The subject of grace is a hot topic in some parts of the church right now. I have observed friends who have received greater revelation of the grace of God in Christ which has given them a new sense of freedom, joy, and peace. I applaud such fruit. The grace of God which is ours through His Son Jesus and His sacrificial death on the cross is meant to produce in us such results .
What can we say about grace?
It is ‘amazing‘, as the hymn goes. It is meant to make us stand in awe and wonder at the goodness and kindness of God in dealing with our sins and sin-nature, once and for all.
It is ‘extreme‘. The Father welcoming back His prodigal sons and daughters and throwing a party for them, completely covering their shame and dirt with His own robe of righteousness sounds almost too ‘extreme’ to be true! Yet that is the grace that has been imparted to us through Jesus Christ. He came to bring us to this very Father as sons and daughters.
Sheer delight ensues. Deep joy and rejoicing come. The party is a gift and not earned. Oh the deep, deep wonders… oh the deep intoxicating pleasures of amazing, and such extreme grace! May we never lose the wonder! May we ever enter into deeper bliss!
Grace plus Truth
However, I do have a few alarm bells concerning the results and direction with some of the teaching on grace that I have heard. The Apostle John tells us, in Jesus Christ God delivered to us a twin package of ‘grace and truth‘ (Jn. 1:17), which he implies supersedes, or is greater than, the law which came through Moses. It’s important, I believe, that we emphasize that Jesus didn’t just bring us grace alone, and neither did He bring us truth alone, but rather the divinely empowering combination of grace and truth together. These are like the twin tracks of a train line. They run parallel together, side by side. And just as with a train track, we travel in safety and reach our destination only when we remain astride them both. If a train sits on only one rail, it is heading for derailment. So also are we, if we focus only on grace or only on truth, and not astride both together.
ConcernsFor me. there are in particular three ‘red flags’ – concerns that I want to mention here; three areas where the Truth appears to have been, or is being, abandoned in favour of ‘hyper-grace’. I have personally heard and come across all of these.
1. There is the idea that we no longer need to pray because prayer is a ‘work’ and is therefore contrary to grace and the finished work of Christ. Such a notion is completely absurd to true Christianity. Prayer is the lifestyle of intimacy and fruitfulness. Jesus, Paul, John, James, all exhort us over and over to remain in prayer. Jesus urges us to keep ‘asking’ so that we can keep on receiving. James makes it clear that sometimes we do not receive, purely because for some reason we didn’t ask! Please don’t let anyone tell you otherwise, to depart from a practice of prayer is to depart from truth into a lie.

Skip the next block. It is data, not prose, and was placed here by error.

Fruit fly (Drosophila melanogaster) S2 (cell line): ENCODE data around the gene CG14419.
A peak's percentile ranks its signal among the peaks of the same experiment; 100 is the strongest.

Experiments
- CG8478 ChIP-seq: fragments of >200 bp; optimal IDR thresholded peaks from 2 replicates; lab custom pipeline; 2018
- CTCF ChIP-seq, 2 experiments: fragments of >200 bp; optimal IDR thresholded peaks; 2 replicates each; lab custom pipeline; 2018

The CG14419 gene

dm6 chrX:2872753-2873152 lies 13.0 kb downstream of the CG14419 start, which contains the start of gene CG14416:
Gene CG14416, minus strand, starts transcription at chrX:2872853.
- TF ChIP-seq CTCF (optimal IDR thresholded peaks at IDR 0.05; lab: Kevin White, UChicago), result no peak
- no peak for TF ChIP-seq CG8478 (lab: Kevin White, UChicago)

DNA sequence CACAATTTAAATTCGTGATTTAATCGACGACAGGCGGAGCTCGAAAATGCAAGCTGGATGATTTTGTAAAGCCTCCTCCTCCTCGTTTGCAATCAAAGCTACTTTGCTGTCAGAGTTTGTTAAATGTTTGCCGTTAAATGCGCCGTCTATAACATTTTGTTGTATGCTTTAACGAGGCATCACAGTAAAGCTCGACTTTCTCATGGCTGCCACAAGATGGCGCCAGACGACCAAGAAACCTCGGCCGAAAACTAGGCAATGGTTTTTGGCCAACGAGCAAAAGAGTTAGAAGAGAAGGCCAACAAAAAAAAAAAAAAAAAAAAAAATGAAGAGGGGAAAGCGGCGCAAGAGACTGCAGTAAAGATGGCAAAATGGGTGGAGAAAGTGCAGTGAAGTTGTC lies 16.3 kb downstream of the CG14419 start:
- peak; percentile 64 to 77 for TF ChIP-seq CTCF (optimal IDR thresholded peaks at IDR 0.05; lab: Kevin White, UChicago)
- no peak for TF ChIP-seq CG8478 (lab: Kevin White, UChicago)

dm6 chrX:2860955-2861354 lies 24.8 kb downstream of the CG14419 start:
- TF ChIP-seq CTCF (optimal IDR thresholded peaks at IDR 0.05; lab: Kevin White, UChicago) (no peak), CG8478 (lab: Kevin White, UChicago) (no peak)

2. I have heard of a tendency to write off parts of scripture which don’t fit with the ‘new’ notions of grace. The moment we start to cut out the parts of the Bible we no longer ‘like’, or we categorize the words of Jesus so that they no longer apply to us, we are on a slippery slope. It’s not long before we cut out a bit more, and a bit more, until there is nothing left. It is like a pilot ripping out his instruments one at a time, and wondering why he has lost his bearings in flight. “All scripture is inspired by God and is profitable…”
3. And finally, perhaps the most dangerous, is a notion that because Christ died for the sins of the whole world, there is nothing anyone has to do personally to receive their salvation. Scripture is abundantly clear on this point. “Whoever believes in Him will not perish but have eternal life.” (Jn. 3:16). To be sure, believing may well not mean reciting the traditional ‘sinner’s prayer’ in parrot fashion any more than the thief on the cross did, but it does require an active engagement of personal repentance and faith within the heart of the individual, with the work of the cross. Moses depicted this clearly with the bronze serpent in the wilderness. Those who looked at it, who turned to it by their own faith, however simply, and however far away they were, received healing from the snake-bites. Those who didn’t personally engage with it, didn’t receive healing. The danger with this deception is that a notion that all are saved regardless will result in not exhorting people to repent and believe, and will leave those people in their sin, maybe even assuring them they are eternally o.k., when Biblically they aren’t. This is not THE gospel that has been delivered to us, but has surely morphed into ‘another’ gospel.
Again, I don’t in any way want to imply that everyone who rejoices in grace in a big way believes or is teaching all, or necessarily, any of the above three points. We should ALL be rejoicing in grace in a big way! But these notions are out there, and we are wise to spot them and guard against them.
We live in spiritually blessed, but also perilous times. I believe it is imperative that we should remain balanced on the twin tracks of grace and truth. To not do so leaves us vulnerable to derailment, or as the Bible terms it ‘shipwreck’.Wes Boxall